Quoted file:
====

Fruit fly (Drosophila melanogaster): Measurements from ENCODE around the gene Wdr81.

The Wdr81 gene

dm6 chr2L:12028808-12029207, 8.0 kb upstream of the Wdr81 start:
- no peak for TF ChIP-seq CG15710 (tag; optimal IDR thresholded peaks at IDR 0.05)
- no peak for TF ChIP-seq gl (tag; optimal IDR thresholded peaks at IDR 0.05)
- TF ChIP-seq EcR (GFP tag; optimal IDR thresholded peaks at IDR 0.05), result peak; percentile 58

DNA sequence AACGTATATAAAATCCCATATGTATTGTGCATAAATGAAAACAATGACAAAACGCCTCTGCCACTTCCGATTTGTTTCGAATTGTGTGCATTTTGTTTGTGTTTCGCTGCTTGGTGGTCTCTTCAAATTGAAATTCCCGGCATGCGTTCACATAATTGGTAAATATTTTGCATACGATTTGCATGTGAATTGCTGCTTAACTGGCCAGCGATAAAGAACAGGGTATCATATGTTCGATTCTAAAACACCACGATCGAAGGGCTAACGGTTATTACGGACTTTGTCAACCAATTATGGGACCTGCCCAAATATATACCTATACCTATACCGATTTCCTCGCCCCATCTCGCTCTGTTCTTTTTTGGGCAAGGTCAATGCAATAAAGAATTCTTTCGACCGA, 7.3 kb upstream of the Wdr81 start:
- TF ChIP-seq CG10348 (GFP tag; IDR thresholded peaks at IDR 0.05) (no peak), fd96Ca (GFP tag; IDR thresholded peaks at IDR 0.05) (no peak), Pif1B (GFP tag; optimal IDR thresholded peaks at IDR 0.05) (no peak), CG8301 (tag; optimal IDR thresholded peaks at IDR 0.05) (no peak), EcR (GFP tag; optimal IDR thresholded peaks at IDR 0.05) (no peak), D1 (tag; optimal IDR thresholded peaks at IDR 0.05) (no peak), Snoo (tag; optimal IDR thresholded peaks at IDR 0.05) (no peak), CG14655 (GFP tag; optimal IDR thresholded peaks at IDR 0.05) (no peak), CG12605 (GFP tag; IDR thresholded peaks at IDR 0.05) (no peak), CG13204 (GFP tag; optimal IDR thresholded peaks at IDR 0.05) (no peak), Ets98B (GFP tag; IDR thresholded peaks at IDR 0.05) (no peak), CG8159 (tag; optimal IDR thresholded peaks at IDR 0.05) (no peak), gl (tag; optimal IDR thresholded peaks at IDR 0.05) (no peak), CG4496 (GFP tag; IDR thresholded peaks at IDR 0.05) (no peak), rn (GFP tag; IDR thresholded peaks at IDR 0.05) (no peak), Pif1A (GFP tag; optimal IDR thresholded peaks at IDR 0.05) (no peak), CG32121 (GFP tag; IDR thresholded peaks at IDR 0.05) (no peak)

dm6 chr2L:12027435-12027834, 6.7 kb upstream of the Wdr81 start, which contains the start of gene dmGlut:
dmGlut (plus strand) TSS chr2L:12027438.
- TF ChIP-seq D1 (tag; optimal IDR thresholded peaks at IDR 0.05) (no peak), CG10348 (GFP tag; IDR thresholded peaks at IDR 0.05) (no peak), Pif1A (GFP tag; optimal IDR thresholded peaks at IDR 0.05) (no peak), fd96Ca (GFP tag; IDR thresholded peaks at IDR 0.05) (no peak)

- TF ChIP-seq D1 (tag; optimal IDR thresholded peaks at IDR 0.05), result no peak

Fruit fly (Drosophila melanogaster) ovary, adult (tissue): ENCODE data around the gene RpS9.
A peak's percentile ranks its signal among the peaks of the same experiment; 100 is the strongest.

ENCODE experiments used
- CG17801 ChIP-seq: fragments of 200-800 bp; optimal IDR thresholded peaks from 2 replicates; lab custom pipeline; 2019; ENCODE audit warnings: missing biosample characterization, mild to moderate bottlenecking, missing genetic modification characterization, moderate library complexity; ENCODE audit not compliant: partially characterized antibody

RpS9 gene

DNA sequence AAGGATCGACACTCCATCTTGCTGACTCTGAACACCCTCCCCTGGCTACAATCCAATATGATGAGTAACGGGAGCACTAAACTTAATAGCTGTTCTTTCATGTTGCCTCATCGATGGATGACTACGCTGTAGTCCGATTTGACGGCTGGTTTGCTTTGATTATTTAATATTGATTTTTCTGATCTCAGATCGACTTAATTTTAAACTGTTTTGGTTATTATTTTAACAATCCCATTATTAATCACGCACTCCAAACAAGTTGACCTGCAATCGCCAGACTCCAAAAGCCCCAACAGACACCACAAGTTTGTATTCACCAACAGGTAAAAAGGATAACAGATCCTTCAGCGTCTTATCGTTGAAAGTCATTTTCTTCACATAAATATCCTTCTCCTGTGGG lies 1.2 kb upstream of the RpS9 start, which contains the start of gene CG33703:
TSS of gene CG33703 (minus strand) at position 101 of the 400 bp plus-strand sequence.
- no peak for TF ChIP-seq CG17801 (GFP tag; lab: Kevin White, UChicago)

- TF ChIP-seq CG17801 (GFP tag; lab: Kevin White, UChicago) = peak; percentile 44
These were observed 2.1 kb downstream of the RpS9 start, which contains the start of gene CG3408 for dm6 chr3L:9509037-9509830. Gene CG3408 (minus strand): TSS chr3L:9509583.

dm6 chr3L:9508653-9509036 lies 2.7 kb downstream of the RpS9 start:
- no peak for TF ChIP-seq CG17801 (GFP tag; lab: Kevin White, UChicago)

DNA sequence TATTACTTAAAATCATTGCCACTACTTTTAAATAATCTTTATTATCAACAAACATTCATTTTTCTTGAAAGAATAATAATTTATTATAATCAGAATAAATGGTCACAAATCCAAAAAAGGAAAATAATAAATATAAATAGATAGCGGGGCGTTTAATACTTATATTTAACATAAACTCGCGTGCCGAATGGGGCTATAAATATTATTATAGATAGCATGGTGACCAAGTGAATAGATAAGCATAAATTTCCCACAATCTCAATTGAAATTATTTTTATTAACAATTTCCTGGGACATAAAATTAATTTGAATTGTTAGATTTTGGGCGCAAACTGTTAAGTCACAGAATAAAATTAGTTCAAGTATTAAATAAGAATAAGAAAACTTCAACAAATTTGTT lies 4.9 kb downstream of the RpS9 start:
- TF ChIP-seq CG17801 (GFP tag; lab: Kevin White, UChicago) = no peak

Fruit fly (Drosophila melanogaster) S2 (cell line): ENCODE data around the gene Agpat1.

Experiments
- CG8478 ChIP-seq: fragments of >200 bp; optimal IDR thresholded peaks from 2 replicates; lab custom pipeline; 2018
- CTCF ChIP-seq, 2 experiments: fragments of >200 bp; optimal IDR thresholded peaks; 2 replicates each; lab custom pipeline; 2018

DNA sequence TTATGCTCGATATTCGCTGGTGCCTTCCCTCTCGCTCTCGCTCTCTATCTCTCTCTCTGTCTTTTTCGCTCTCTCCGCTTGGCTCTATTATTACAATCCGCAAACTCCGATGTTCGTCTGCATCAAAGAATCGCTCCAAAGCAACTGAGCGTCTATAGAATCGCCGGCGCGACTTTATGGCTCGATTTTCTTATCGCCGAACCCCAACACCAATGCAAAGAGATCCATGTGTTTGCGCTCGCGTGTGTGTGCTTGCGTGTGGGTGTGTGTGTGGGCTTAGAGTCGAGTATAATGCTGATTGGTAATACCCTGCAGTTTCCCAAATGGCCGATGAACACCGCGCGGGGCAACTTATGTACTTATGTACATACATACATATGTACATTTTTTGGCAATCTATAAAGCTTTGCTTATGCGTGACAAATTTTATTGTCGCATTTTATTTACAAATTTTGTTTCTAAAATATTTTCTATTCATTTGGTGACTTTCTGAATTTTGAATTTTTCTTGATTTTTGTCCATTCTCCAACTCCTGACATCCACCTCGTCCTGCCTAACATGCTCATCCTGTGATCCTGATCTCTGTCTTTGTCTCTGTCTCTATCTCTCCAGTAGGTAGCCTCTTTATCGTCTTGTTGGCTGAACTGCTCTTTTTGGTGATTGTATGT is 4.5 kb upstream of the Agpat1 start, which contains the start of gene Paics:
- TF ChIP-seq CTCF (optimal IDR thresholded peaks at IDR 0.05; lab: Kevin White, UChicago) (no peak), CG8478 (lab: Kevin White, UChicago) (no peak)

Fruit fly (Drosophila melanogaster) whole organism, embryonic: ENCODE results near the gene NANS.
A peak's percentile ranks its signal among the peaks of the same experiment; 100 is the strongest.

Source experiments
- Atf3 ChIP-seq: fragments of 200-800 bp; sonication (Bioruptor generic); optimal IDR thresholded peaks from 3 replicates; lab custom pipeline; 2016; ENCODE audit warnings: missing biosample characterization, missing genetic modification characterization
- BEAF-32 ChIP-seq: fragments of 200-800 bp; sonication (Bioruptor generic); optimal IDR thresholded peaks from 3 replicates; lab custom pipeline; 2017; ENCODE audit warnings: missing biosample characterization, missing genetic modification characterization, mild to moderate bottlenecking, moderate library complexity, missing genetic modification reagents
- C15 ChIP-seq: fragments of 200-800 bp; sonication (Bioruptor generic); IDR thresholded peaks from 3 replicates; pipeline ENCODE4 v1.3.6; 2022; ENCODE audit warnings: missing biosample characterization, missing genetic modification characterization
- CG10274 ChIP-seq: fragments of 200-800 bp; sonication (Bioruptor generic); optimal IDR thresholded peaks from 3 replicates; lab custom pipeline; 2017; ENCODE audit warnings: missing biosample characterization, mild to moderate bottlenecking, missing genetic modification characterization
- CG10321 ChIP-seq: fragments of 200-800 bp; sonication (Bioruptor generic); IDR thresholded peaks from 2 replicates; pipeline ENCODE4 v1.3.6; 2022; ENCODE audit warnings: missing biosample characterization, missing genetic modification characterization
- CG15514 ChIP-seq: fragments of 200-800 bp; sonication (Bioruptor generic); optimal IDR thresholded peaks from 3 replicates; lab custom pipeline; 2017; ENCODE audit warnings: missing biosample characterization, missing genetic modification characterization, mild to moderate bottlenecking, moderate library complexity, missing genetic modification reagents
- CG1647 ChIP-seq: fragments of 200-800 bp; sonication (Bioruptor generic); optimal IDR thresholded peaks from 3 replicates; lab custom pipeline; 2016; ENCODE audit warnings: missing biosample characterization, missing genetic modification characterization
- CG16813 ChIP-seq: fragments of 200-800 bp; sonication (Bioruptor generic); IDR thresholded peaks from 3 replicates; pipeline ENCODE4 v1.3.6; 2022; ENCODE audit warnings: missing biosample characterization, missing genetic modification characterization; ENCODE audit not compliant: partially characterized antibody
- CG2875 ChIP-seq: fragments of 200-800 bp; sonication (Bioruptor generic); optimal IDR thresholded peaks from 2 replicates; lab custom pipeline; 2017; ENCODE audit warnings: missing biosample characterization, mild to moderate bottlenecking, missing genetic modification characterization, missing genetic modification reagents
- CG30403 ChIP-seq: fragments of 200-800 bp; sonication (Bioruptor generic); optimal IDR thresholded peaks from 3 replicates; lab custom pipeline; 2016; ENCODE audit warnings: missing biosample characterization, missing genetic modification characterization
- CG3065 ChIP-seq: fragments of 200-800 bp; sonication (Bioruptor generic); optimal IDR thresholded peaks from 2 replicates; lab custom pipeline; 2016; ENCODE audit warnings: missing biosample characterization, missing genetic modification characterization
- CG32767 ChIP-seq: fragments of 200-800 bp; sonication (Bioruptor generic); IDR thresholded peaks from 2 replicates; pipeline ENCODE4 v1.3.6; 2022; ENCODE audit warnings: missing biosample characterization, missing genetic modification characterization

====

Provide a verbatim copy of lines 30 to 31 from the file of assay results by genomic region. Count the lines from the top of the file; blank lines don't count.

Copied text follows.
- CTCF ChIP-seq, 2 experiments: fragments of >200 bp; optimal IDR thresholded peaks; 2 replicates each; lab custom pipeline; 2018

DNA sequence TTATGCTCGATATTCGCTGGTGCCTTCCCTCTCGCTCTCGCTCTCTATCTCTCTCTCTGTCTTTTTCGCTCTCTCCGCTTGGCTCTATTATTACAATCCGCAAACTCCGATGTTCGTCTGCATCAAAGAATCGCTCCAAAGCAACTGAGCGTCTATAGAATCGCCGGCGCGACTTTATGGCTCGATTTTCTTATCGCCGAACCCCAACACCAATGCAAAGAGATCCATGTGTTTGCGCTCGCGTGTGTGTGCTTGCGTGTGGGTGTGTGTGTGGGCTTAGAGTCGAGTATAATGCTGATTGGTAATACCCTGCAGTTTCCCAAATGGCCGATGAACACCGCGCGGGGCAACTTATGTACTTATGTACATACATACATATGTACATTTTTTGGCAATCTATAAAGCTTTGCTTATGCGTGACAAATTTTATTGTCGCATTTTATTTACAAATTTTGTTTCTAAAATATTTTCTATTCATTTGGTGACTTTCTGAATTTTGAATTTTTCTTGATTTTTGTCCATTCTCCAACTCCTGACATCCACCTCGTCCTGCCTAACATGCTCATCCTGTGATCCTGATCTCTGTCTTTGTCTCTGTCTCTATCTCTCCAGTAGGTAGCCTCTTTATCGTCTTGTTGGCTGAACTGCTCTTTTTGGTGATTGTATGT is 4.5 kb upstream of the Agpat1 start, which contains the start of gene Paics: